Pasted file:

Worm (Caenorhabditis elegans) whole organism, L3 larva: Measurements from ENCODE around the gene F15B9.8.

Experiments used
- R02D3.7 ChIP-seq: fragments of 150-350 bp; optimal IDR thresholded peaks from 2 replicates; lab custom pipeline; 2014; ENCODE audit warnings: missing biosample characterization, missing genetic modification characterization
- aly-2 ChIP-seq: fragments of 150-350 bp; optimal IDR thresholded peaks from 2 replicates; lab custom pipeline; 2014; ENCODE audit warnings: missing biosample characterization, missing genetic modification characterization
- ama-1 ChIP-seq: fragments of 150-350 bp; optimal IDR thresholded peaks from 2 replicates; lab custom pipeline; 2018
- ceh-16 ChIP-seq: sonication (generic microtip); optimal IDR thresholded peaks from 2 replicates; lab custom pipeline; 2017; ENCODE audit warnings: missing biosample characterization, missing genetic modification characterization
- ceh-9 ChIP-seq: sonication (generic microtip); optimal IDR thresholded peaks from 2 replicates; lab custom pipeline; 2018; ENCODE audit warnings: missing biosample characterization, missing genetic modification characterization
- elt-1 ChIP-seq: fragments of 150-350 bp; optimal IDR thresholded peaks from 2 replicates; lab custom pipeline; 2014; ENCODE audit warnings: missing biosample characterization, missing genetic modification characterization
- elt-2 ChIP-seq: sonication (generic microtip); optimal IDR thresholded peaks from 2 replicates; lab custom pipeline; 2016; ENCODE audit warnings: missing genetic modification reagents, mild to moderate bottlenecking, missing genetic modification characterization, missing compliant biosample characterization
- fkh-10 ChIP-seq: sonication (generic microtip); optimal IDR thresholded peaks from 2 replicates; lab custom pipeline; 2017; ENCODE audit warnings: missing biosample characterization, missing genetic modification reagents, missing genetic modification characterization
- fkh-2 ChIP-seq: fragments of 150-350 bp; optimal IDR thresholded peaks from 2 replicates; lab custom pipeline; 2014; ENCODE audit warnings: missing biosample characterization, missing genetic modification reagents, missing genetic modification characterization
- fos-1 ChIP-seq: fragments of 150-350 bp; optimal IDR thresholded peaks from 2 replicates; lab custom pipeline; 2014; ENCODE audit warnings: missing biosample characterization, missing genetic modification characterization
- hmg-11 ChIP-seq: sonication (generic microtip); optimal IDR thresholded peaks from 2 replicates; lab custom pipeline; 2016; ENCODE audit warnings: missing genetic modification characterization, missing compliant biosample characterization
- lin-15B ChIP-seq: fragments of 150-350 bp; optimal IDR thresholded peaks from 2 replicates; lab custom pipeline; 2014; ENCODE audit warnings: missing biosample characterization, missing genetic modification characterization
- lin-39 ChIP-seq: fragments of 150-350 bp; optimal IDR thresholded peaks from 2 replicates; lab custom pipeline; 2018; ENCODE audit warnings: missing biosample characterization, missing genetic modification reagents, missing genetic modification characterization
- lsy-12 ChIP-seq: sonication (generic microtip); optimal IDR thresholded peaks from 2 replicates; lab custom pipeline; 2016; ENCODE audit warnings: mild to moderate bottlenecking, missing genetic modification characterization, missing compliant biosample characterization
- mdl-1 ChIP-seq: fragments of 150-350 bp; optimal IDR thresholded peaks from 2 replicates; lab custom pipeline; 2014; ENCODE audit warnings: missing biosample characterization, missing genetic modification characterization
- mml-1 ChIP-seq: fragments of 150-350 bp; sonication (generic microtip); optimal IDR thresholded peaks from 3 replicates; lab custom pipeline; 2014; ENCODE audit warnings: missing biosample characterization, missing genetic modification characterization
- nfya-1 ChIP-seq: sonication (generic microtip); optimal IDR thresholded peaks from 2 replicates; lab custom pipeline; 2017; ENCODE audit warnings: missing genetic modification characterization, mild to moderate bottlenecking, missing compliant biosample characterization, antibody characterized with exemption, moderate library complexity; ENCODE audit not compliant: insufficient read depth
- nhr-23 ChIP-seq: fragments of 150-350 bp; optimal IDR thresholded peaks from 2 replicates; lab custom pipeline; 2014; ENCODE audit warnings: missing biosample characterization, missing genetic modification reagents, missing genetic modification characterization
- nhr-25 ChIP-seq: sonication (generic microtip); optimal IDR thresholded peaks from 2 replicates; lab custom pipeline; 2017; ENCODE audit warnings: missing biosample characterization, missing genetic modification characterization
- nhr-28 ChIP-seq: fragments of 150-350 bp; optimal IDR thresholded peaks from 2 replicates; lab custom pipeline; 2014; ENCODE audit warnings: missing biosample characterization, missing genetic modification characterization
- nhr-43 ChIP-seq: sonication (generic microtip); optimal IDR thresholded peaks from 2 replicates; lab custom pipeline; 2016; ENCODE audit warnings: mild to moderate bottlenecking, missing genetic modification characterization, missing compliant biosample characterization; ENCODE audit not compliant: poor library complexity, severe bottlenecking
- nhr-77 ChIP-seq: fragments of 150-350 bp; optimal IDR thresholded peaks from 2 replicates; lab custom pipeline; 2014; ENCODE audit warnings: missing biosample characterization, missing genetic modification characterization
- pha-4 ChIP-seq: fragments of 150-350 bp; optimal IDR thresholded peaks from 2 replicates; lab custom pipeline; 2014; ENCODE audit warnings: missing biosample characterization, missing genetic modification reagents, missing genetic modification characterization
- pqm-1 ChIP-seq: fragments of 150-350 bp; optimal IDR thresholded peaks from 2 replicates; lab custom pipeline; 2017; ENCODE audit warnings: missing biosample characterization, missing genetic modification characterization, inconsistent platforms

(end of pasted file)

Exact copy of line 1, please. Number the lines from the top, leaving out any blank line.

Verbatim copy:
Worm (Caenorhabditis elegans) whole organism, L3 larva: Measurements from ENCODE around the gene F15B9.8.